I felt bad telling the wee guy that we didn’t require his services anymore not that he really cared. He just nodded, said ‘Okay’ and ran off to the car that was waiting for him.

Turns out his predecessor wasn’t the only one to get driven around their paper route circa November through February. 

Anyway, some years later I was standing in one of the local pubs to the area and I looked across to the end of the bar to see a familiar face I couldn’t quite place. 

After a few moments spent thinking about it I realised who it was. 

Our old paper girl who was now all grown up and must have been around 19 or 20.

She glanced back and saw me. 

There was no conversation. I mean what do you say? 

“Remember me? I used to give you a fiver ever Friday for sticking newspapers through our letterbox all week. What have you been doing for the last 4/5 years then?”

It’s always surreal to see someone who when you last saw them was still a child now all grown up and standing with an alcoholic beverage in their hand.

Subsequently, I bumped into her a quite few times in various pubs over the following few years. 

We never had an actual conversation as ours was an unspoken bond. A quick nod and a knowing smile. The way you do when you know someone but don’t really know them. 

After a while, the encounters became less frequent. Likely due to the fact that with me getting into my 30s I gradually started socialising much less. 

It’s difficult to say when was the last time I saw her. I tried working that out but couldn’t. Was it three years ago? Or was it four? Maybe longer. 

Who knows?! 

I even brought the topic of her up with my sister when she came to visit at the end of my driveway during lockdown back in May. 

Whilst we chewed the fat over nothing in particular as my bored nine-year-old niece looked on I mentioned that I had been wondering what had ever become of our old paper girl who I used to bump into down at the pub on occasion.

My sister could barely remember the girl mostly due to the fact she’d rarely ever had to deal with finding money to pay her back in the day but some of the details such as her name and physical characteristics as described by me stirred something in her memory.

I could see a realisation mounting about who I was describing.

She then dropped a bombshell.

The girl in question was no more sadly having tragically taken her own life some years before. 

Six years before to be precise.

My immediate reaction to this awful revelation was to insist she’d got it wrong.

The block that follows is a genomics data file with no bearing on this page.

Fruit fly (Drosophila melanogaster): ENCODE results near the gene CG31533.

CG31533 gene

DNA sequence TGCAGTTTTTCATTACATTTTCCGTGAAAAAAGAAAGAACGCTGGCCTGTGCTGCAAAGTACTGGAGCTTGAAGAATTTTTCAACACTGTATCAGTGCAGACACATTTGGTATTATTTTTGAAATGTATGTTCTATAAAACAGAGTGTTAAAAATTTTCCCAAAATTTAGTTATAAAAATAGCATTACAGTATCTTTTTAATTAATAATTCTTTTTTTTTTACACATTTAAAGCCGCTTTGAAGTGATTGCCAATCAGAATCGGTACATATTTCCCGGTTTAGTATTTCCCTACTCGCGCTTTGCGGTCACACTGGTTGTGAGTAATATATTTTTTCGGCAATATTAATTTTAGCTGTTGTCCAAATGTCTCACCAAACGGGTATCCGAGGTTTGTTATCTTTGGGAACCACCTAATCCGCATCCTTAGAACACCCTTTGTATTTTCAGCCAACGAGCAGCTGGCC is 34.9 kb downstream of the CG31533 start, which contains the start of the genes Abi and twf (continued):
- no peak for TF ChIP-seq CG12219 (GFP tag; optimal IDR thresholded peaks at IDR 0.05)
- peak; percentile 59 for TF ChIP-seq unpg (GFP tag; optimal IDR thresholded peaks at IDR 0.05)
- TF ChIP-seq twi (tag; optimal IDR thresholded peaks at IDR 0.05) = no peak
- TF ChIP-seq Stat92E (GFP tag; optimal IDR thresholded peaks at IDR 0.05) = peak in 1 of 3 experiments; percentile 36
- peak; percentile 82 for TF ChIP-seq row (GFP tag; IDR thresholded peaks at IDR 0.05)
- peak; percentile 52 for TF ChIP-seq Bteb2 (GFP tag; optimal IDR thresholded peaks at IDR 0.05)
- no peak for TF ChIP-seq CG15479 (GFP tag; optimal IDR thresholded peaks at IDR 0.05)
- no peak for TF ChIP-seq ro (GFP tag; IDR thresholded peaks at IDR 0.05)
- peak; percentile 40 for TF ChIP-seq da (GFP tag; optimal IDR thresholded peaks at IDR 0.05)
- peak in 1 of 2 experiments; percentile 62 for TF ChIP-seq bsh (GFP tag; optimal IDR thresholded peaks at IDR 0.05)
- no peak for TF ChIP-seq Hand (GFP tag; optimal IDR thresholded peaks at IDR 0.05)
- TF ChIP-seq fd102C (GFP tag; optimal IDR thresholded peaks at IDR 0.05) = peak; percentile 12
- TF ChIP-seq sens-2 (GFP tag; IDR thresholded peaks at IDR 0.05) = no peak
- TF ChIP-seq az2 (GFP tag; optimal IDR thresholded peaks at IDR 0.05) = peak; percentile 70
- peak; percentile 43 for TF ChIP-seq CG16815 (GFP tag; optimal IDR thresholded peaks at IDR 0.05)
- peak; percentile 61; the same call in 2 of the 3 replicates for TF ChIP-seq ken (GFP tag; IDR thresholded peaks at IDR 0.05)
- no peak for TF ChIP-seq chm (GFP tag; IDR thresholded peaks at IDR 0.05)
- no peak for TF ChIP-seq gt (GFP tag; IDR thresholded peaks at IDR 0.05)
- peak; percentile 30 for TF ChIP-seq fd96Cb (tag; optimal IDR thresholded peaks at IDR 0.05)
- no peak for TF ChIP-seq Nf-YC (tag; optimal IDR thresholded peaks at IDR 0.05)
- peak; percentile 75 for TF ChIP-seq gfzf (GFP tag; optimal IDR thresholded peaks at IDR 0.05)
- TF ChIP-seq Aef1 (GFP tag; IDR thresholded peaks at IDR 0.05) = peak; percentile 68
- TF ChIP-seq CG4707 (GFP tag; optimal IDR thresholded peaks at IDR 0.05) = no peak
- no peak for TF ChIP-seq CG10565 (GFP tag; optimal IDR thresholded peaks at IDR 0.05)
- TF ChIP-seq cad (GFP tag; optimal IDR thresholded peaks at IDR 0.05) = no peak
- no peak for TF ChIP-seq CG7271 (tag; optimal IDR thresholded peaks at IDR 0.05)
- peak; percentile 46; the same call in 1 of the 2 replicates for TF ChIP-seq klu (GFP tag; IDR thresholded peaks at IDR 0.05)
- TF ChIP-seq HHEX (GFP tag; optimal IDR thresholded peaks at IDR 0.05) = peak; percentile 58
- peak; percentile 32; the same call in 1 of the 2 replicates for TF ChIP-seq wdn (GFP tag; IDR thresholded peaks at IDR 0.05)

I’d definitely seen this girl at some point within the past six years.

Definitely.

Or at least I thought I had.

How sure could I really be?

It gradually dawned on me that my initial insistence that it was somebody else was in error.

Some later checking confirmed it. 

That little lass with the brown hair and cheeky smile was gone and had been for some time.

What a shock.

The circumstances behind her passing aren’t really important in regards to my recollections of her. 

Needless to say like all suicides it was tragic and her being only in her 20s makes it even more so. 

Even though I didn’t know her that well, hardly at really, I still felt somewhat bereft.

How had this happened and I hadn’t known about it?

I began to wonder if maybe I had known about it – a casual conversation in the pub perhaps – but had simply forgotten but then how if it had been so insignificant so as to forget then why did it seem so profound now?!

Added to that it was difficult to believe it had been so long.

All those years with her gone and me thinking that she was still out there leading her life.

It makes you wonder how many people with whom your relationship was vague are gone without you even knowing. 

Maybe it’s for the best that you don’t. 

That girl’s name was Collette by the way.

My initial shock of her passing has since faded but still somehow remains hard to believe.

I’m pretty sure I’ll still think about her from time to time albeit it’ll no longer be to wonder about whatever became of her. 

But it won’t just be sadness over the tragedy about what did either.

Instead, it’ll be simply fondness for the smiley paper girl I once knew.